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Final Report Summary - ATLANTIC CLIMATE (Variability and Trends in Atlantic Climate)

At mid-to-high latitudes, the stratosphere contains >25% of the column of atmospheric mass. In Northern Hemisphere winter large-scale vertically-propagating waves drive a synchronised meridional circulation that moves mass into and out of the Arctic (>65ºN), modulating adiabatic warming of the stratospheric polar air column, and altering the strength of the stratospheric polar vortex. These stratospheric changes are associated with substantial effects on surface weather and climate, especially on Northern Annular Mode (NAM) with associated long-lasting shifts in the jet streams, storm tracks, precipitation, and likelihood of blocking events. Despite unambiguous observations of this phenomenon, as well as numerical simulations, a quantitative physical explanation of this downward coupling remains elusive.

In this project we demonstrate that amplification of the polar stratospheric pressure signal involves a positive dynamical feedback process within the troposphere. An initial Arctic tropospheric sea level pressure (SLP) signal (e.g., from a sudden stratospheric warming) reduces latitudinal pressure gradients and poleward heat transport within the troposphere, leading to increased cooling of the Arctic lower troposphere. This cooling induces higher pressure over the Arctic region (Hoskins et al. 1985), thus amplifying the original stratospheric signal. This positive dynamical feedback process appears to operate in both hemispheres, and is consistent with the observed lag in the tropospheric response to stratospheric signals. The feedback process itself is not unique to stratospheric forcing, and may explain why the annular modes are easily forced, tend to self-amplify, and have relatively long time scales.

Thus, for the first time, we have been able to quantify stratosphere-troposphere coupling, and we have developed a diagnostic that can be used to assess the fidelity of stratosphere-troposphere coupling in nearly any model. In the future, climate models (such as used in IPCC reports) can be evaluated to see if their representation of the stratosphere is realistic. Similarly, weather forecast models can be evaluated.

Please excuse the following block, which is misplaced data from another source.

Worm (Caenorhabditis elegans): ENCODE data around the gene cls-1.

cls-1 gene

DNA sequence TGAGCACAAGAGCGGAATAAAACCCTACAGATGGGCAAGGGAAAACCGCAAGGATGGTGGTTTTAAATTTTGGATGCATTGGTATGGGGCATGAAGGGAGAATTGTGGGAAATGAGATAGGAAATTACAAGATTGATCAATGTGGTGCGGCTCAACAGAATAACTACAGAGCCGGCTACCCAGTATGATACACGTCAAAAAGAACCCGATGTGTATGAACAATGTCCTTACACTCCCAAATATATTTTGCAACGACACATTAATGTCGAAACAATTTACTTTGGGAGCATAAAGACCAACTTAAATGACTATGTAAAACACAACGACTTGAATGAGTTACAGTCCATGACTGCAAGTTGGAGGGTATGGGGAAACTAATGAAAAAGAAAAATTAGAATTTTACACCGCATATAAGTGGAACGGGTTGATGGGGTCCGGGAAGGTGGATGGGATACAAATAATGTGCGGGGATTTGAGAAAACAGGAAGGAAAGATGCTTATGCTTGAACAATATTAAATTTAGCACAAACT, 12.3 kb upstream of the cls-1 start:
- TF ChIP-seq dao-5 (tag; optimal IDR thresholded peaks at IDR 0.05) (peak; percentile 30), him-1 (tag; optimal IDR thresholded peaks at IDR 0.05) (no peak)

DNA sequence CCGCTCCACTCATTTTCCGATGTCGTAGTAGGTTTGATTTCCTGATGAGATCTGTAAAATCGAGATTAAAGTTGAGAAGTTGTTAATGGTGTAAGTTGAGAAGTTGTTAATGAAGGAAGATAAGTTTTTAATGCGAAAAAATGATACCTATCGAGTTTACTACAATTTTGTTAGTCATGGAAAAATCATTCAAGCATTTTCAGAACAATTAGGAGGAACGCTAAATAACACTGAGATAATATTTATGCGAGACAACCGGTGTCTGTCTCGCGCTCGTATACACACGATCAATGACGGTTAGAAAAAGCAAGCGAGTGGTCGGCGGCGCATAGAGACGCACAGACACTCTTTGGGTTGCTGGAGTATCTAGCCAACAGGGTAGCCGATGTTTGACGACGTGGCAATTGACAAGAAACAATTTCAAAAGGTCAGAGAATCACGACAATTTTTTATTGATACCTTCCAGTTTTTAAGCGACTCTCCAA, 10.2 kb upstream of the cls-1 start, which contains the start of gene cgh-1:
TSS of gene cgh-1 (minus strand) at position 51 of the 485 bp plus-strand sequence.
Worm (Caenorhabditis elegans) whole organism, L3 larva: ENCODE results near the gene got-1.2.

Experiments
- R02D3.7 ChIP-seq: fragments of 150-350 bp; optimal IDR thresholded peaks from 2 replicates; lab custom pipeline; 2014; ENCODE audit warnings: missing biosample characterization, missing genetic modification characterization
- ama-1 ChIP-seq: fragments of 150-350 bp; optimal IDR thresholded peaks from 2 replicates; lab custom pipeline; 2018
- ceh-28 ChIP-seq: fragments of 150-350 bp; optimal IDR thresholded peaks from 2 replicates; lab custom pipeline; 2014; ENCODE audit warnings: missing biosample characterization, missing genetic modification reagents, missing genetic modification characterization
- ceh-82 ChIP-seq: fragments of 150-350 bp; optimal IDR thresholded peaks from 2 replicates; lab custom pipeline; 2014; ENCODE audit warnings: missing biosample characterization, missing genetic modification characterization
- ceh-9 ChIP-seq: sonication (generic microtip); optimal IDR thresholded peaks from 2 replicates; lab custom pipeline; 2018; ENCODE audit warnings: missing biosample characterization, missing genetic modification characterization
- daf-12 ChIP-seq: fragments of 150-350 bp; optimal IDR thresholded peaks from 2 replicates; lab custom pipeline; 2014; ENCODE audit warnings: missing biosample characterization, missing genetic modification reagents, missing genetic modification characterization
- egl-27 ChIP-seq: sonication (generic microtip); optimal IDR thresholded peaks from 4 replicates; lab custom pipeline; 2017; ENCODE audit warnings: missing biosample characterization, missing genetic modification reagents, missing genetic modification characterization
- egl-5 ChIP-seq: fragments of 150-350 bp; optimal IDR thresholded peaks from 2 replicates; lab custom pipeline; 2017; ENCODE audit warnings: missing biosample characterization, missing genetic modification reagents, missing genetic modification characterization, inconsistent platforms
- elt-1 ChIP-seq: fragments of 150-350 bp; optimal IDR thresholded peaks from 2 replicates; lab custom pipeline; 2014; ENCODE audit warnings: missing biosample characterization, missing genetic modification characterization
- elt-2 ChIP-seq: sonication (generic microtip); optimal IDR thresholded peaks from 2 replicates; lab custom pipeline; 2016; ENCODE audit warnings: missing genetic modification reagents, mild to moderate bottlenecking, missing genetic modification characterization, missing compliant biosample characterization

Career Prospect: I have a permanent job as Professor of Climate Science at the University of Exeter. My career prospects are to remain in this position, or possibly to move to a different UK institution (although I plan to stay at Exeter). I head a research group with 3 PhD students, and I run a NERC project that funds 5 post-docs; one of these post-docs worked directly in my group. I did secure additional funding that helps to advance this CIG project. I also participate in an FP7 project (StratoClim) that partially supported one post-doc.

Transfer of Knowledge: I have supervised 3 PhD students. Two of these have had successful vivas, including Simon Clark, who was supported by this CIG. I have supervised directly one post-doc who secured her own independent fellowship (2 years) and recently moved to Barcelona to take this new position. I assisted in organising internal seminars and hosting visitors, although I was not the primary organiser. I have regular teaching duties in Mathematics that include climate science, how to conduct research, how to publish, and data graphics & typography. I have developed collaborations with Thomas Birner, who was at Colorado State, and has now moved to the EU, to the University of Munich. I also developed a collaboration with Blanca Ayarzeguena, who was my post-doc, and who is now in Barcelona on an independent fellowship. I have many other collaborations, but mainly they existed prior to the CIG.

Dissemination: Below in the report I mention 7 specific conferences/meetings at which I disseminated results. My outreach activities have been mainly aimed at per-university prospective students. I gave presentations designed to convince them to pursue research in my area. These students are a "non-scientific audience", although it is my intent to convince them to become scientists. The project has not received any direct press coverage; however, results from the project have affected the Met Office. Here is an example.

The project results and findings can be seen by following the link to my University of Exeter home page:

Reported by

United Kingdom


Life Sciences
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